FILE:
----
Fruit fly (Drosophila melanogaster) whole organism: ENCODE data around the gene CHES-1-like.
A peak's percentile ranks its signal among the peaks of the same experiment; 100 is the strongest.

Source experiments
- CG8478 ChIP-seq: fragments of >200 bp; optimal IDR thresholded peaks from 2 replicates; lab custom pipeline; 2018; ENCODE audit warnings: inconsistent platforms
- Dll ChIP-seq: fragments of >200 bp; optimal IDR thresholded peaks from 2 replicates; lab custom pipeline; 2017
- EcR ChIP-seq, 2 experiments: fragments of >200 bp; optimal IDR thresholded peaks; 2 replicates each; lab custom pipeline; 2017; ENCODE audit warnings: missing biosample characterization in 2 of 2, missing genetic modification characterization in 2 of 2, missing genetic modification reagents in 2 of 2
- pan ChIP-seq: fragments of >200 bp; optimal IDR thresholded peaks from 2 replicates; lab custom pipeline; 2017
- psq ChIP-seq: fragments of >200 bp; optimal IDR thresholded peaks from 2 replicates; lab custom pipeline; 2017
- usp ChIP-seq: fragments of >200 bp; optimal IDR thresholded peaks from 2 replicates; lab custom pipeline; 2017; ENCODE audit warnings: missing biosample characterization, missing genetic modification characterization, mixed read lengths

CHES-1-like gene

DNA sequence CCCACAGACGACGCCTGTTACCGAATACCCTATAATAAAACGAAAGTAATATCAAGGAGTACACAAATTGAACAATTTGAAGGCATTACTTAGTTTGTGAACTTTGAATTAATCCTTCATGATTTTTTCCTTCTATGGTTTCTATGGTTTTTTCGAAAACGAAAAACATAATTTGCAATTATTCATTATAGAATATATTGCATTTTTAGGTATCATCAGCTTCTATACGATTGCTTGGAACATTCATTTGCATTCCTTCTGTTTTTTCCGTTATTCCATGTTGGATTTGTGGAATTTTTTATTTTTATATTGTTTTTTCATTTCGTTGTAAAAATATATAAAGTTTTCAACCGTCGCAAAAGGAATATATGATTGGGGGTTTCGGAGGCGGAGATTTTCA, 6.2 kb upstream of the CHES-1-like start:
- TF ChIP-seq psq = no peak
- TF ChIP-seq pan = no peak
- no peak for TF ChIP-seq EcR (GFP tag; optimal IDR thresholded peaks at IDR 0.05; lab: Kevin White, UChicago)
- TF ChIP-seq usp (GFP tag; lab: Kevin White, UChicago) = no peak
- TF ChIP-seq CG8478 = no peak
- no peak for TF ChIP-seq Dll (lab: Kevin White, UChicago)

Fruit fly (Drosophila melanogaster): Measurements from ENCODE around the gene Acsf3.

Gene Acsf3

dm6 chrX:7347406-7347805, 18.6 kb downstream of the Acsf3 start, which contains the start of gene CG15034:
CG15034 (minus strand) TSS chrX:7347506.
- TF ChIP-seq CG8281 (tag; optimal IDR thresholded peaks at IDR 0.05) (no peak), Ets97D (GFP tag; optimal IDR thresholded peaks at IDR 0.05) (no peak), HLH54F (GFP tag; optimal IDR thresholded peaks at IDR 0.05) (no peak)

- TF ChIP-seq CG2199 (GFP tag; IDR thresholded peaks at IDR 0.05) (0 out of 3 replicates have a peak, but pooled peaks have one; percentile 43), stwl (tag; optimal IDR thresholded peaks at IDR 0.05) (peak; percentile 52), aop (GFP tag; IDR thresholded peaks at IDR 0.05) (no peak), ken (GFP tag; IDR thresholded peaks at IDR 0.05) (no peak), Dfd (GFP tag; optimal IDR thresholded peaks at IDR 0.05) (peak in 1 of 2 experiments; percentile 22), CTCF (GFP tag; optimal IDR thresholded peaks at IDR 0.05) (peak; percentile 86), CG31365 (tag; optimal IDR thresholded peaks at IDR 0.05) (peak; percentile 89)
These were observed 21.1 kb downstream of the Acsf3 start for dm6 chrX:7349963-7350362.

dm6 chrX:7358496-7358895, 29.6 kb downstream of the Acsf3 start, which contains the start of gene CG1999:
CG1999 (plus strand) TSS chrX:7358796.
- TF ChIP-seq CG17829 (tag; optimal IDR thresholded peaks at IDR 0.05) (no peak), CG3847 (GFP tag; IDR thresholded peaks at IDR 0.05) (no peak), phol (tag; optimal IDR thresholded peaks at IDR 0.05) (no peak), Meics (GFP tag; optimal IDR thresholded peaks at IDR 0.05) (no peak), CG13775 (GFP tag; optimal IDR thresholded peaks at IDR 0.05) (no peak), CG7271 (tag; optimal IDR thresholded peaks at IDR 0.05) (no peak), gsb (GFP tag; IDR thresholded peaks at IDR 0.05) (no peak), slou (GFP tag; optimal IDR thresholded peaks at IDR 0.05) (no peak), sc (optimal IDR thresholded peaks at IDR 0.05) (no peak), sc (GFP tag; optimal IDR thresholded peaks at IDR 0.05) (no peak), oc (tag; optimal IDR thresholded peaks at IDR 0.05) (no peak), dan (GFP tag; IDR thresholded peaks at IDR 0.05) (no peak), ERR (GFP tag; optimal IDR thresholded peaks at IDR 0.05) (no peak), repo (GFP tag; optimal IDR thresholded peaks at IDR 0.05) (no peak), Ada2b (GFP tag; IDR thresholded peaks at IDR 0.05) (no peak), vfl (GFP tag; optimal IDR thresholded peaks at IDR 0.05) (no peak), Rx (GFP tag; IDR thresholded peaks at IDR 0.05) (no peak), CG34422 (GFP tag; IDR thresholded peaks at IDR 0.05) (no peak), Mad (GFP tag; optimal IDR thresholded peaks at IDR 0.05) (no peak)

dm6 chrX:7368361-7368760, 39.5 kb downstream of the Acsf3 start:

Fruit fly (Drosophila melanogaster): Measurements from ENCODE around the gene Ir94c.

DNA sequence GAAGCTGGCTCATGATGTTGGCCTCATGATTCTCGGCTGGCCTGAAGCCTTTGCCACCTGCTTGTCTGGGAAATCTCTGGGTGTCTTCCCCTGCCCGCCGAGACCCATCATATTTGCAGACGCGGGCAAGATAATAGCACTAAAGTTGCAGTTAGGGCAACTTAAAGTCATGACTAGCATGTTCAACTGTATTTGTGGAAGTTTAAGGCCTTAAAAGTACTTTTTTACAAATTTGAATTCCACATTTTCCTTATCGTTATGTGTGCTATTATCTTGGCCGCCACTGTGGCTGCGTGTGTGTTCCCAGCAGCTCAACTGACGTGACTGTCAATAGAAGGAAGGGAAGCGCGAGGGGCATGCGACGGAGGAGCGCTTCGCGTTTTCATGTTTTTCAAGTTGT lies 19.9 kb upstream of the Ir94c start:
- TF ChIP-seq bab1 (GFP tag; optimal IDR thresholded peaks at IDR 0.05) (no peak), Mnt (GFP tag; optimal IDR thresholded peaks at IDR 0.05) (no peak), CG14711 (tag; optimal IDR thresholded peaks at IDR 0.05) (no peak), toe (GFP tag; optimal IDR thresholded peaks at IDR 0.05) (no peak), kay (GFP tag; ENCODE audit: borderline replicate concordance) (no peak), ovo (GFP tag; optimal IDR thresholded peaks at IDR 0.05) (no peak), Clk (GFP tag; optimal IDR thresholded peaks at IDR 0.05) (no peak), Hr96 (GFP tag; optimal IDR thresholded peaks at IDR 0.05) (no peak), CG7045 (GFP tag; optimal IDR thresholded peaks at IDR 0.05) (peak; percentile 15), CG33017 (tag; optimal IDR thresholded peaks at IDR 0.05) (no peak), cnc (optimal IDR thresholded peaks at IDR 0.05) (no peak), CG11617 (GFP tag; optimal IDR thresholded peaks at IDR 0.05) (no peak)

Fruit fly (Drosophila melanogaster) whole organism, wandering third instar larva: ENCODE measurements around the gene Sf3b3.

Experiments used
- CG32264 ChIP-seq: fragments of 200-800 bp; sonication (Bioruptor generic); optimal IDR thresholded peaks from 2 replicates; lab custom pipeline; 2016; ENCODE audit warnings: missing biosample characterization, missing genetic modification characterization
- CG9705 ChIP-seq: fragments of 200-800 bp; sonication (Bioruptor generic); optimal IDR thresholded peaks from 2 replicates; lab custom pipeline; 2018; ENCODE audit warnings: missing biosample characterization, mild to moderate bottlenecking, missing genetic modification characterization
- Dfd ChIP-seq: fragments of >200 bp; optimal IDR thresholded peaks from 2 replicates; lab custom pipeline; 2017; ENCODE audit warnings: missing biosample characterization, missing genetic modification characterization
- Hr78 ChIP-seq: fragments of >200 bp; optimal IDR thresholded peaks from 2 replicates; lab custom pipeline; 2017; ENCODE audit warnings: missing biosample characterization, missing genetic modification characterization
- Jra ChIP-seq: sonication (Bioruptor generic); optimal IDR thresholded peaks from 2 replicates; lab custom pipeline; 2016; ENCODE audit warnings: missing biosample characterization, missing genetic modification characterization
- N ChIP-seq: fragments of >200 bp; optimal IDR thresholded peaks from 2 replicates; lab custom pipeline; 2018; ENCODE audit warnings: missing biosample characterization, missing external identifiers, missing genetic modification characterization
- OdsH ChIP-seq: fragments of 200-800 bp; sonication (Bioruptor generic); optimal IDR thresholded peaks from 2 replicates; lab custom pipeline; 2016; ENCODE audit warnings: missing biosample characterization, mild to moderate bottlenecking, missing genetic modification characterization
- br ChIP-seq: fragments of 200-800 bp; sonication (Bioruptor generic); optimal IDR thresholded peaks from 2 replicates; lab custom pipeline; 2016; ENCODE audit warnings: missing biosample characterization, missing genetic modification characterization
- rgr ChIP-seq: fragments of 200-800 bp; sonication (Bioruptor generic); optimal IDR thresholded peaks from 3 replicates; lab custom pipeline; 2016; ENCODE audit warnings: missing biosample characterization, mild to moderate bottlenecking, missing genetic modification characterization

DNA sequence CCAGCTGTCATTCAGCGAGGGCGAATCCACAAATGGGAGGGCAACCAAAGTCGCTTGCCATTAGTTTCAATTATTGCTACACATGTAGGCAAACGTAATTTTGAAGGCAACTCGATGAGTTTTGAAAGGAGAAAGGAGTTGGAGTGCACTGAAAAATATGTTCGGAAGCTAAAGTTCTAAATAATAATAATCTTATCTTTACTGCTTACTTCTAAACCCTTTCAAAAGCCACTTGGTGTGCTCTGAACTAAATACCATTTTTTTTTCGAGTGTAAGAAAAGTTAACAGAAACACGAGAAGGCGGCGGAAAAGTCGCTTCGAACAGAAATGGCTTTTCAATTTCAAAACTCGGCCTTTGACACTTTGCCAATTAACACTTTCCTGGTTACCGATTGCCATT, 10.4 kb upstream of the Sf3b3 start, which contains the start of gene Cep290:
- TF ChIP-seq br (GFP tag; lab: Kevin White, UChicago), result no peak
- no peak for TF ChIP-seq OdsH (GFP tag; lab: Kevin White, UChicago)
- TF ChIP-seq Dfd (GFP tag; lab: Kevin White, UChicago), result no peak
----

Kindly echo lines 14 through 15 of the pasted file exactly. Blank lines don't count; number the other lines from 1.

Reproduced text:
- no peak for TF ChIP-seq EcR (GFP tag; optimal IDR thresholded peaks at IDR 0.05; lab: Kevin White, UChicago)
- TF ChIP-seq usp (GFP tag; lab: Kevin White, UChicago) = no peak